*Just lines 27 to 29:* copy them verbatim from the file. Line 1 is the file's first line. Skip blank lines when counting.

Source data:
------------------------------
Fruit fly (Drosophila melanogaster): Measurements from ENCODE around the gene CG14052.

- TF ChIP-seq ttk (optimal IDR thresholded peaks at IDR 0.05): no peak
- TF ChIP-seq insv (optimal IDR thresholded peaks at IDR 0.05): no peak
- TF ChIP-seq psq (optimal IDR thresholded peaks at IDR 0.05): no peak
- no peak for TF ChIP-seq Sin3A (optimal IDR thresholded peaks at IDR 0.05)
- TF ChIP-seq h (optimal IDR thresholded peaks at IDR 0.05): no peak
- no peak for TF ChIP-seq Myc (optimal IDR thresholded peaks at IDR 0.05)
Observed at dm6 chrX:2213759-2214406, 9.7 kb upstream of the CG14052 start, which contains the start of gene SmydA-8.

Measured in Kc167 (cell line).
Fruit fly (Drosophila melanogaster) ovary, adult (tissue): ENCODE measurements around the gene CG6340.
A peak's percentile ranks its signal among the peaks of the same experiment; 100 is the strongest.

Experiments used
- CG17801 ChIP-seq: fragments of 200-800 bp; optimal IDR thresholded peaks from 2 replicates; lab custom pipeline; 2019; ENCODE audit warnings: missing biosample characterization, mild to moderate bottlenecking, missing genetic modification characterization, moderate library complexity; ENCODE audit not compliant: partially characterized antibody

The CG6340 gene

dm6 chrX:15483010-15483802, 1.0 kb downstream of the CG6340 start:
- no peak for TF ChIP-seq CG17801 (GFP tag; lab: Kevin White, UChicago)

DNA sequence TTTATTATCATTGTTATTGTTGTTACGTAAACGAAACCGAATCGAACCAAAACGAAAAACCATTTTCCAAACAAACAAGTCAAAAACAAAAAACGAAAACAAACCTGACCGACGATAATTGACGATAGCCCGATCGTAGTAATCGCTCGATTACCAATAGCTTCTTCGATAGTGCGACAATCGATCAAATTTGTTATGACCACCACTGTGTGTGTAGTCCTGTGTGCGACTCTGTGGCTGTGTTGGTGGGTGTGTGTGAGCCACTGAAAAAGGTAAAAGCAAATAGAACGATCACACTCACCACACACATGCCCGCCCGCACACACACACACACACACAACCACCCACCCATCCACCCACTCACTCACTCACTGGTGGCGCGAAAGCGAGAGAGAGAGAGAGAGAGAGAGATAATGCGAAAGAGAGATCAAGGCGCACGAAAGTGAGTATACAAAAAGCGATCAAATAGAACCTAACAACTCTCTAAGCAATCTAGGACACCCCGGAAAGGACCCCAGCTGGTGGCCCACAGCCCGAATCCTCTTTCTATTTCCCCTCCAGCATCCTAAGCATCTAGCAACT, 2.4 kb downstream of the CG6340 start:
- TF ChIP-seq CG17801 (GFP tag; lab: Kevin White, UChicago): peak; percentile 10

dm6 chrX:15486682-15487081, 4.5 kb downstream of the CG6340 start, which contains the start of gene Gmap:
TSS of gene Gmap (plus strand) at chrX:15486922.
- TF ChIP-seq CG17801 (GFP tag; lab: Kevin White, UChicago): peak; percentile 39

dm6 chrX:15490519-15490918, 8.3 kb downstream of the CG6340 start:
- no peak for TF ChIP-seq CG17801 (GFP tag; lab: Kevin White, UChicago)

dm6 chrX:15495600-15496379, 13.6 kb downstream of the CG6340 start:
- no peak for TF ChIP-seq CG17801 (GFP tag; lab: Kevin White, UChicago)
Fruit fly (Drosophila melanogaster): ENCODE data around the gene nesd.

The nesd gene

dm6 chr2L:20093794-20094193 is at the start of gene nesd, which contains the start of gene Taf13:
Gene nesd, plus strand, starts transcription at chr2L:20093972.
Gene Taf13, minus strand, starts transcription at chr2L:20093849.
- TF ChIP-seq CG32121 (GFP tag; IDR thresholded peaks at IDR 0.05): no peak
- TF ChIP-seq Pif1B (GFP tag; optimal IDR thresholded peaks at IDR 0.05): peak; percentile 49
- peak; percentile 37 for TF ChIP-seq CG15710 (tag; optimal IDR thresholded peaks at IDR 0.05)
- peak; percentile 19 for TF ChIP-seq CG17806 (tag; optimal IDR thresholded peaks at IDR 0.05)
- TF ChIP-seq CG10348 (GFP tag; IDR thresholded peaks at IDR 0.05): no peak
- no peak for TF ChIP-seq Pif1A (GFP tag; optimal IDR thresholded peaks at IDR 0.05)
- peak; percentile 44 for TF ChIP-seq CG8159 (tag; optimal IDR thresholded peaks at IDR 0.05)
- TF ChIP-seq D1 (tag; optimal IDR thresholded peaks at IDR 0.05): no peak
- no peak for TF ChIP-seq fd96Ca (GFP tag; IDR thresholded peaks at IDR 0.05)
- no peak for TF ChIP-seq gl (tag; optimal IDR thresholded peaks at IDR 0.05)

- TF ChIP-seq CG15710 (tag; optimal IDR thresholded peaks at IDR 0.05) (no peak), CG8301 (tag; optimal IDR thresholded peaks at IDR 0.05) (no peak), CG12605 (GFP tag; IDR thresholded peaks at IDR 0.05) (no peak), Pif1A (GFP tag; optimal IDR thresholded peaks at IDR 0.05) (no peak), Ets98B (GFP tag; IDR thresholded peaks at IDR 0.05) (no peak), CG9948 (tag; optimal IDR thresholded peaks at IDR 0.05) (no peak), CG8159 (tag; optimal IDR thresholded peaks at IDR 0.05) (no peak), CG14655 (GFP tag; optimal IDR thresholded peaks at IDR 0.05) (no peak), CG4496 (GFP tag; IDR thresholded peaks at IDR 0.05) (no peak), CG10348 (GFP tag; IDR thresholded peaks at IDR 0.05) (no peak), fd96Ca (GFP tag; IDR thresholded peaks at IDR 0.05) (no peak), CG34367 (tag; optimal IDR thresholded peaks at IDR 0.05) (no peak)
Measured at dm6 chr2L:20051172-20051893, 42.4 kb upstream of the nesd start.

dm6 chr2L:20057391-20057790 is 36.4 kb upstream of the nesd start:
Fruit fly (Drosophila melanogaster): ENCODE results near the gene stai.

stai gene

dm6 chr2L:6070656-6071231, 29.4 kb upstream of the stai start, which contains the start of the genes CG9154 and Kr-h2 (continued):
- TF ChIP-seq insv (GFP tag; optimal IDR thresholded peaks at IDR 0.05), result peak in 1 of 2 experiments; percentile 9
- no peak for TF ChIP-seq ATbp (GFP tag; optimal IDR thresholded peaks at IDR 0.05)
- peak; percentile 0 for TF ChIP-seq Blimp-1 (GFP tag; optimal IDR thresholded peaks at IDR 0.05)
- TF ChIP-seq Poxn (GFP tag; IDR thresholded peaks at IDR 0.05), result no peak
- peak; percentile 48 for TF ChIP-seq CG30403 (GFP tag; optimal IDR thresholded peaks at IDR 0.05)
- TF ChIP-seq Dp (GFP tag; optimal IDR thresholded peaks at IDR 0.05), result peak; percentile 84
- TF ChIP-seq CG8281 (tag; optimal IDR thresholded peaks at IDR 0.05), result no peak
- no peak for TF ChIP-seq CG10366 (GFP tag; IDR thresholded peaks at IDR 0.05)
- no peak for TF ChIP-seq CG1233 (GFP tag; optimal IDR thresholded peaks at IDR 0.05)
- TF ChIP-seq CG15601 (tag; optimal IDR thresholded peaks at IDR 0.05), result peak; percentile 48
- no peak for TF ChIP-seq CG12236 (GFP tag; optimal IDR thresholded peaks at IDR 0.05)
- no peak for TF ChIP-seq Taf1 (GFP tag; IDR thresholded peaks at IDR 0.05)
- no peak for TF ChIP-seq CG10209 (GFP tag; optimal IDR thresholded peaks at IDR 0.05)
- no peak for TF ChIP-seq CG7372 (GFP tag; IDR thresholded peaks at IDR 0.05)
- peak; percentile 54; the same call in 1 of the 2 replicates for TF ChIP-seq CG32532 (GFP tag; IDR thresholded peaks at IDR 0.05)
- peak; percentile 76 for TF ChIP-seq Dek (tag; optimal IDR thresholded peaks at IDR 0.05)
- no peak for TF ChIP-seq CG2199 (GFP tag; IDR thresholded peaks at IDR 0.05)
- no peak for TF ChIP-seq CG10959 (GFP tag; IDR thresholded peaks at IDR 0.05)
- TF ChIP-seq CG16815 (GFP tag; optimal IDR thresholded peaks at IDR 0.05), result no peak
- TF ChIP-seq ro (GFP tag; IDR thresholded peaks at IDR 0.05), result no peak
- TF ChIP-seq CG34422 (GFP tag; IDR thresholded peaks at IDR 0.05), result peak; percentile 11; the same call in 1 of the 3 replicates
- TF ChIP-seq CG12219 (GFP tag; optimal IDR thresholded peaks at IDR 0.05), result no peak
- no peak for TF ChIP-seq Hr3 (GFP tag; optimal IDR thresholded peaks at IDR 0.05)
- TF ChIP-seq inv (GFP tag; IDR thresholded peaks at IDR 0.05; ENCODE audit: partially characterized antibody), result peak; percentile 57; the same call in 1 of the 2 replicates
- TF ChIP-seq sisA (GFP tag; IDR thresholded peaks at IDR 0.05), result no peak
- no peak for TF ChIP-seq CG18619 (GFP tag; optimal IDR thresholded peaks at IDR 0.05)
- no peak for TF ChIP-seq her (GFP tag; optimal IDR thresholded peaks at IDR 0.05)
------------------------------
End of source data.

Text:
The nesd gene

dm6 chr2L:20093794-20094193 is at the start of gene nesd, which contains the start of gene Taf13:
Gene nesd, plus strand, starts transcription at chr2L:20093972.